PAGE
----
On June 1, the Supreme Court ruled that a debtor could not void a junior lien through a Chapter 7 bankruptcy. This reaffirmed a ruling from a 1992 Supreme Court case that said a debtor could not strip down a partially underwater mortgage. In the 2015 case, it was initially decided by an appellate court that since the debtors were completely underwater, the law allowed a junior lien to be eliminated through Chapter 7 bankruptcy.
Bank of America, the lender in the case, appealed that ruling. The debtors in the case were not disputing that the lender had issued a valid loan and had a real claim to the property. It was also noted that the debtors were not seeking to overturn the 1992 decision. Although the debtors asked to limit that precedent to partially underwater situations, the Supreme Court denied that request saying that it would create a problematic and odd statutory framework.
The court’s ruling means that the holder of a junior lien could maintain its claim on collateral in a Chapter 7 bankruptcy case regardless of the collateral’s value. However, it is important to note that debtors may still be able to strip down junior liens through Chapter 11 bankruptcy, which occurs when a business wishes to reorganize its debts.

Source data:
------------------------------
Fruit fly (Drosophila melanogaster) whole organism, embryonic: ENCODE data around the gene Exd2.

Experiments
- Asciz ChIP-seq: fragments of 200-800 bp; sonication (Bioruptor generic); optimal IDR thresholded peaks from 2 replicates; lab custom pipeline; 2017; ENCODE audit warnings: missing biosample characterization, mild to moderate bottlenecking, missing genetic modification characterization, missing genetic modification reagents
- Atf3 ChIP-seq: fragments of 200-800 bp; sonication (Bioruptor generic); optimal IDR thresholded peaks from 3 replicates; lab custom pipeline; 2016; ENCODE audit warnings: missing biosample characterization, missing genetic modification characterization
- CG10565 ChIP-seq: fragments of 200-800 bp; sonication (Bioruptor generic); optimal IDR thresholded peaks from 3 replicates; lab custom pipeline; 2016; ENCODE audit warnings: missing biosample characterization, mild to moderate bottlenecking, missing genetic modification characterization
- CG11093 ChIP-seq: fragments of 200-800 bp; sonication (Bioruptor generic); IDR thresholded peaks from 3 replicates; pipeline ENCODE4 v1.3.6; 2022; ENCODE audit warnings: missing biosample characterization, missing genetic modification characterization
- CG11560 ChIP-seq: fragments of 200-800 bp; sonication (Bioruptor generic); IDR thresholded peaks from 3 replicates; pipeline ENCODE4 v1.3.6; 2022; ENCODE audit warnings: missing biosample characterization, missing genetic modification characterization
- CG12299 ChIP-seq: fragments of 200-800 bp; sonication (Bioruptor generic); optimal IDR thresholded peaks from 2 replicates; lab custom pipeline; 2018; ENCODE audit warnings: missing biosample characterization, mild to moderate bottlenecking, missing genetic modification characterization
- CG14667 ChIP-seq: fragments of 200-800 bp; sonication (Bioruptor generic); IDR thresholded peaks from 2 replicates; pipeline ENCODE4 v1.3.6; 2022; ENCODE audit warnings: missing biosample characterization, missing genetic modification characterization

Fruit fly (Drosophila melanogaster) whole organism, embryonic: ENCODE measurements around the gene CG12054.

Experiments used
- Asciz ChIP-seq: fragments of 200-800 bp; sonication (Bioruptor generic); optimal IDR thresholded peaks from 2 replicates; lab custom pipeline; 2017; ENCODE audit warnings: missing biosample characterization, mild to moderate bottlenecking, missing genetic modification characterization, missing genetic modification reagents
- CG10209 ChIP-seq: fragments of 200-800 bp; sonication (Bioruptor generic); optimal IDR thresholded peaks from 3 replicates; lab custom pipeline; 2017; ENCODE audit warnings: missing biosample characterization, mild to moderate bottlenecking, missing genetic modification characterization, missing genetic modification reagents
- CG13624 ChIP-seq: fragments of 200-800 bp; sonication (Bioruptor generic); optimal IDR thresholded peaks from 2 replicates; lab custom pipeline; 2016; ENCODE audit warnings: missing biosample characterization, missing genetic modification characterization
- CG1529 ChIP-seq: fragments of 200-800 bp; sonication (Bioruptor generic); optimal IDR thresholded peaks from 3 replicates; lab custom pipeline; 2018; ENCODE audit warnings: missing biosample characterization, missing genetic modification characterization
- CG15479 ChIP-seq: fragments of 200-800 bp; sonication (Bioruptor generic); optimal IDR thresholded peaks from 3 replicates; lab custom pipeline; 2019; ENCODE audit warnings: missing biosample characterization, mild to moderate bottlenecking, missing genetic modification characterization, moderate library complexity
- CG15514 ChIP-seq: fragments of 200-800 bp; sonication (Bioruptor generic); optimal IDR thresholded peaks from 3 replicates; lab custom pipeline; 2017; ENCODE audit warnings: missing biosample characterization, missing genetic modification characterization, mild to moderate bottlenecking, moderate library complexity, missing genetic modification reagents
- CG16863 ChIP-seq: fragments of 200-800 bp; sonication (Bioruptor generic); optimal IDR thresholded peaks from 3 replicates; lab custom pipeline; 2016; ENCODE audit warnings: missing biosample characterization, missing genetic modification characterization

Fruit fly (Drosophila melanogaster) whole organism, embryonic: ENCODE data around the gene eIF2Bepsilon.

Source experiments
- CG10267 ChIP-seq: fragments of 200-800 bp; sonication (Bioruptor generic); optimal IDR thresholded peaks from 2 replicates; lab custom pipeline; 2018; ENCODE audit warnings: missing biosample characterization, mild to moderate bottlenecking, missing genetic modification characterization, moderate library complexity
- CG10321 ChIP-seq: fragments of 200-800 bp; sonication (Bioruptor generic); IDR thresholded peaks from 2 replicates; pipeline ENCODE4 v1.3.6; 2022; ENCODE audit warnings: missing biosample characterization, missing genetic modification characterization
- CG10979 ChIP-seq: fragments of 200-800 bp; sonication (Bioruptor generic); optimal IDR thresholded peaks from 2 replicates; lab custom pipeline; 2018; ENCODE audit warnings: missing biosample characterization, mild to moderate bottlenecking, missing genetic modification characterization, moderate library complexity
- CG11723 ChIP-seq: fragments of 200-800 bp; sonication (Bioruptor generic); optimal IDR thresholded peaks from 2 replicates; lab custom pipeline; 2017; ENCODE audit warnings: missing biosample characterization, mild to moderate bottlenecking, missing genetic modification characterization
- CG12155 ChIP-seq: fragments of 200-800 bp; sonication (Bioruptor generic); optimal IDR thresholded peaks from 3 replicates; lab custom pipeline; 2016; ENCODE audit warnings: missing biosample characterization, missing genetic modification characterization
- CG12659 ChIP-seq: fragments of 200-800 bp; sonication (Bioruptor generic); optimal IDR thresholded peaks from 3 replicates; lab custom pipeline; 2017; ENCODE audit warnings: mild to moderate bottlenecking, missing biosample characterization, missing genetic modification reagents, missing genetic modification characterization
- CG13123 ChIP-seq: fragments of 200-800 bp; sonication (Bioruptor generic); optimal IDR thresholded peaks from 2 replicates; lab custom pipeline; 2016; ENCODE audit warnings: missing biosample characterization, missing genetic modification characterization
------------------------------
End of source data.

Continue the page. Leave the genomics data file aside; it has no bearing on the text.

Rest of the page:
Going through a consumer bankruptcy under Chapter 7 may allow debtors to have unsecured debts discharged in a matter of weeks. This could allow them a fresh financial start and put an end to harassing creditor phone calls or emails. There are eligibility and other requirements associated with Chapter 7 that an experienced attorney will explain as part of an examination of debt relief alternatives that may be available to a particular client.